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“And yes, we understand that because of a ridiculous state law school districts are exempt from city regulations, design review, traffic studies, etc., and that you can build any damn thing you want, but as a real partner to the community, this is just not the thing to do,” McIntosh said. “An intrusive project of this scale will have a detrimental effect on the quality of the life of the neighbors, the beauty of the neighborhood in the town, and will negatively impact the value of our homes and properties. Let me ask you guys, would you want any of this in your front or backyard or neighborhood? I don’t think so.”

Longtime local resident Steven Chidester agreed that the proposal essentially equates to the district taking something from the residents.

“You’re talking about taking the quiet enjoyment of our homes for whatever purpose – for pools, for tennis, for water polo – you’re taking,” he commented. 

He also commented that the local residents have not had an opportunity to be heard. The plan itself is also too big for the available space and will “terribly” impact homeowners, he said. 

“It’s just simply not right,” Chidester said.

Board President Jan Vickers thanked the audience members for attending and sharing their comments, but reiterated that the meeting and ideas presented were in the very early concept stage. 

“I would just remind you that this is a very preliminary start to this planning,” Vickers said. “It’s a starting point and I hope that you will keep that in mind as we listen to the presentation tonight.” 

The point that the study session was very early on in the overall process was reiterated by several board members, district staff and the consulting architect.

Board member James Kelly noted that there’s a lot more to do.

“It’s going to have a long way to go before it ever comes to fruition, with a lot of your input,” Kelly said to the audience. “I think there’s great ideas here and I think we need to work them out as a community, as far as what’s the best for the neighbors, what’s the best for the students, what’s the best for the community.”

This is the very first step in the update of the facilities master plan, LBUSD Assistant Superintendent of Business Services Jeff Dixon replied to a concern from board member Dee Perry about the district not reaching out to the neighbors sooner.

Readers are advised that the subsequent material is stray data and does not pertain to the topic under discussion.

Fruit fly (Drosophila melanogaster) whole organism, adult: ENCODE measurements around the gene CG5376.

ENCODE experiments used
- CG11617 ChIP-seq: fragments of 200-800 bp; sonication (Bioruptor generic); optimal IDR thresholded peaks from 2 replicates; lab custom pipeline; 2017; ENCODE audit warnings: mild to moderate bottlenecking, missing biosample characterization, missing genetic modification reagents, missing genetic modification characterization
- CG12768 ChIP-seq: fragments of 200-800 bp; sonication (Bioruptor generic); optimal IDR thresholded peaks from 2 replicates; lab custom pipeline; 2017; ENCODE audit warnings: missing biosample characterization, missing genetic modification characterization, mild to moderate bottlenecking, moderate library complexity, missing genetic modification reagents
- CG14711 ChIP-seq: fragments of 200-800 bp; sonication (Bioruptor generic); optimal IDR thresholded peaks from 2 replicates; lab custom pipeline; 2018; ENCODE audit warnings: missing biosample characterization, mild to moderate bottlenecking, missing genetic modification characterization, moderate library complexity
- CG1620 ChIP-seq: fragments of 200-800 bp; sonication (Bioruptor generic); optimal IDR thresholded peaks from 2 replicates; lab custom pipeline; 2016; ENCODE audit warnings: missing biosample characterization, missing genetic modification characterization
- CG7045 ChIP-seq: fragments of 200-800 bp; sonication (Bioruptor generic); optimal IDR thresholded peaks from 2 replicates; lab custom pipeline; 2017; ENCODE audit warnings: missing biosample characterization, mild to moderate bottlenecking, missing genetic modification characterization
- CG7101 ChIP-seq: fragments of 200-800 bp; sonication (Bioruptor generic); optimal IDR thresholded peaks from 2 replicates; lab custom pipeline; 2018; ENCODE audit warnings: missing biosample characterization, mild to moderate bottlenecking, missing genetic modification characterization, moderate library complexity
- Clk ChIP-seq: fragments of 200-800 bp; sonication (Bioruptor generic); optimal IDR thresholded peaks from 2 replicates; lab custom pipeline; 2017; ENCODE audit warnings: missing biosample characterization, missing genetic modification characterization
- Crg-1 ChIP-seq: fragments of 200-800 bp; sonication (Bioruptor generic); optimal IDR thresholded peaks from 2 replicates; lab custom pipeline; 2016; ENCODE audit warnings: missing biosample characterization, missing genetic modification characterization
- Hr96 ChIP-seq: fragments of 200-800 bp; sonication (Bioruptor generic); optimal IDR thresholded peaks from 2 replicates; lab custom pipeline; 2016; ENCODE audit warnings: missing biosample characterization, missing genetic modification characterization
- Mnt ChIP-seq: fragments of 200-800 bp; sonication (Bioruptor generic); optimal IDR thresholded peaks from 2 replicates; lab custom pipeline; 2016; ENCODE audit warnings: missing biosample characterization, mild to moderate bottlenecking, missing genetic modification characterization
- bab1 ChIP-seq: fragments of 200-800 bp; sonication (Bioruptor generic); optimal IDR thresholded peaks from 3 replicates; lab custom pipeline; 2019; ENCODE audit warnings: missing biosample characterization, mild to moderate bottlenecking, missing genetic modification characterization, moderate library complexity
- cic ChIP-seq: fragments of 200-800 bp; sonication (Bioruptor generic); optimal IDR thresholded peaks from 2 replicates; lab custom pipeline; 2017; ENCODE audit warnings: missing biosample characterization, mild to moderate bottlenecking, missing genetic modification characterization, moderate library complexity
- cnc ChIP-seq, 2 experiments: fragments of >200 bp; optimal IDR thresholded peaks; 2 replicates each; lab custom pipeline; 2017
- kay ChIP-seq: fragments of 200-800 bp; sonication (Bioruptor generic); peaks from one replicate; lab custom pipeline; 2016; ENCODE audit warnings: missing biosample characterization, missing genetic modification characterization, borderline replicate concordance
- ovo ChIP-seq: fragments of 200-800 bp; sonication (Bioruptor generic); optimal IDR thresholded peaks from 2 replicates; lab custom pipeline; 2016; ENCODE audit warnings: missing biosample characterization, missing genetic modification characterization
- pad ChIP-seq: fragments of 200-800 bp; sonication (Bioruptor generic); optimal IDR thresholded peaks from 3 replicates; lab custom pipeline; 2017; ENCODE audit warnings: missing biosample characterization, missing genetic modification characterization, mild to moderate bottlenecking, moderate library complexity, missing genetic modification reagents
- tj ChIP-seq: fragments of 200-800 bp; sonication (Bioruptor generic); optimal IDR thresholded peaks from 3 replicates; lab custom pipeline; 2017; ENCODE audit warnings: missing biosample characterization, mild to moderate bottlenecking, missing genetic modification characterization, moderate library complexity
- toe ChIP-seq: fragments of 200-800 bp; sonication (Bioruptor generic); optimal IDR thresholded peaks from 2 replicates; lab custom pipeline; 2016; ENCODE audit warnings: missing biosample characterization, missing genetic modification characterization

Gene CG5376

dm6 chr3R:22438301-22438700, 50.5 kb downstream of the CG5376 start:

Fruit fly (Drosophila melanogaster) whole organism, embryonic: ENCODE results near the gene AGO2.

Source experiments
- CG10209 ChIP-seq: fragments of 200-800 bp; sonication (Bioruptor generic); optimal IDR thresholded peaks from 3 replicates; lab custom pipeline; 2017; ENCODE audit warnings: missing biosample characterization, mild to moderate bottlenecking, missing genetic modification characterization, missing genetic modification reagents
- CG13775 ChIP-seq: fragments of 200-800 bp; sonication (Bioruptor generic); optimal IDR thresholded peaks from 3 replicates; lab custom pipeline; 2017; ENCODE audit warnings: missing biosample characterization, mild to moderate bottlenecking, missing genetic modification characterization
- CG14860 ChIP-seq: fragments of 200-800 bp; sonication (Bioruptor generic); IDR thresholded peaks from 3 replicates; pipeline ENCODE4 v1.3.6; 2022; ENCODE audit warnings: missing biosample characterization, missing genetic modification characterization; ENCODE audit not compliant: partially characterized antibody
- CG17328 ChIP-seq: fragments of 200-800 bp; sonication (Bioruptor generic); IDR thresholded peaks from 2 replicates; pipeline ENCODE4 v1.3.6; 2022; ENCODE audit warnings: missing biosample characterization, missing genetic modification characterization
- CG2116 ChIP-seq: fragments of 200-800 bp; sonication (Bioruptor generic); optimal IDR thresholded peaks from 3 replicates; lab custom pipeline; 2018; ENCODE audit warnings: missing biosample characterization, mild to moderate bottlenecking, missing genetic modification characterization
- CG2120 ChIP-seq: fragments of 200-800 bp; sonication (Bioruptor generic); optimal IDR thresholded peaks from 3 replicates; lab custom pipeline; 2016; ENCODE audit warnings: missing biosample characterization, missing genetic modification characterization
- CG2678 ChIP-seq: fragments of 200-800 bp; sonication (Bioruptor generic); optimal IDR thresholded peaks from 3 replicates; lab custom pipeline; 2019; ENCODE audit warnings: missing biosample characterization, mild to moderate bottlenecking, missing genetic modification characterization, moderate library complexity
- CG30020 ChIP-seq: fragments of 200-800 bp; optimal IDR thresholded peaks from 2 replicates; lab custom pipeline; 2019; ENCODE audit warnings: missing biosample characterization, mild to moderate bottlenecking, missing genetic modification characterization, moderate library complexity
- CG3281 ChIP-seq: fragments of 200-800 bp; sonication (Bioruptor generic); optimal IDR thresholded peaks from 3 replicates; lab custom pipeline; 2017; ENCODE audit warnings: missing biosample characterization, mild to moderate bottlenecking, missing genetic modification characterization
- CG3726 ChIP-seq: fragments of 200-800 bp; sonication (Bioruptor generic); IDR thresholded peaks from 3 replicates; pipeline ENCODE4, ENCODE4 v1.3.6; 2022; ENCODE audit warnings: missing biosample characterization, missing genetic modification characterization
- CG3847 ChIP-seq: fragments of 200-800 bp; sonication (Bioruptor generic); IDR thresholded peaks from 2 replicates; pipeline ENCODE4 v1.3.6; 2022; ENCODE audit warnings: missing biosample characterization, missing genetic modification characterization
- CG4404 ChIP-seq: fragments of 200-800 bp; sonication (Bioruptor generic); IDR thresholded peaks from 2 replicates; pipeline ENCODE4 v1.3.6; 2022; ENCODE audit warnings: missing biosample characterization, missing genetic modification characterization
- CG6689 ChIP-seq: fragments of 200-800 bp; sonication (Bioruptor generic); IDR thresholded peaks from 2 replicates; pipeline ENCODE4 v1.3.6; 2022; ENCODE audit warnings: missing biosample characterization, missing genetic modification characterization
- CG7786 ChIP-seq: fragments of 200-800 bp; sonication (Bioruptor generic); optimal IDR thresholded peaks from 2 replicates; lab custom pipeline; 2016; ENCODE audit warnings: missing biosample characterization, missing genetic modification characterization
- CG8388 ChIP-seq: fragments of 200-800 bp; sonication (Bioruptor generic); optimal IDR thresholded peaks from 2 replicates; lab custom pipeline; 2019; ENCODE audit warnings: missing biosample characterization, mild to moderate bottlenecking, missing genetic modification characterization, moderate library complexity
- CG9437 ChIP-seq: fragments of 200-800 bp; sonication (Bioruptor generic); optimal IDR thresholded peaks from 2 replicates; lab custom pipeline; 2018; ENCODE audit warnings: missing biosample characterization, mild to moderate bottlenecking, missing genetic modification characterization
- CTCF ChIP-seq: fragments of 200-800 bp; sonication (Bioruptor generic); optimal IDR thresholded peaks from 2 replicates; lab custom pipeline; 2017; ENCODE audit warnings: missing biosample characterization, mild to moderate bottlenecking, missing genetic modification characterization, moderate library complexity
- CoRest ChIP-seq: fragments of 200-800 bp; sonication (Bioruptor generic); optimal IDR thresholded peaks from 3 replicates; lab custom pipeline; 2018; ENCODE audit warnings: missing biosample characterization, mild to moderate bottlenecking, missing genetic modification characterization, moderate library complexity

This is the first time the board has seen the concept plan and the next steps include community engagement, Dixon said. It’s a long process to go from a master plan to actually getting projects approved and constructed.

“It’s a long runway and we’ve always made it a point to do our best with engaging all of our neighbors and be good neighbors and this would be no different,” he said. 

Aquatic center school district facilities site plan

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Rendering by Ruhnau Clarke Architects/Courtesy of LBUSD

A preliminary site plan proposed for Laguna Beach High School

The first iteration of the 10-year facilities plan was established and approved in 2015, Dixon said. From that point on, staff provided annual updates to the master plan and would bring it to the board as an action item every year. The larger projects were part of the capital improvement program, but, after a delay due to the COVID-19 pandemic, they hired Ruhnau Clarke Architects in 2021 to review the feasibility of the remaining projects on the list from the 2015 plan that had not yet been addressed.

In 2022, the initial feasibility study was presented to the board and had found that the high school administration offices needed to be expanded primarily to deal with the increased need of counseling and support spaces for students. The study also covered the district office and the transitional kindergarten program.

The board then created an ad hoc committee to take a comprehensive look at the update to the master plan. The committee was tasked with identifying long-term demographic trends, assessing current facility conditions, and reviewing existing and future programs to identify all anticipated facility needs.

Board member Kelly Osborne, who served on the committee, said it’s been quite a long road.

The facilities committee worked to identify where the facilities are not meeting the needs of students, she said. As a board, they have to prioritize representing the best interest of the students and utilize every inch of available space.

Last week’s meeting was the first time they’ve returned to the board with the findings from the comprehensive approach that they were tasked with, Dixon said.

“We anticipate several opportunities to engage and modify with this plan, as it is just a plan. These are not drawings, these are not specifications, and these are not projects. This is a plan that we use to set the stage and build forward so that we can address the needs and eventually get to…design. But, again, this is the first of many, many steps and we anticipate that we would continue our engagement,” Dixon said.

Roger Clarke, principal and president of Ruhnau Clarke Architects, also emphasized that the master plan is an effort to identify certain projects and certain scopes of work. There are no buildings designed or anything determined yet, he emphasized. The conceptual renderings are just to help imagine how the project would impact the viewscape. There is still plenty of time to look into more alternatives, Clarke said.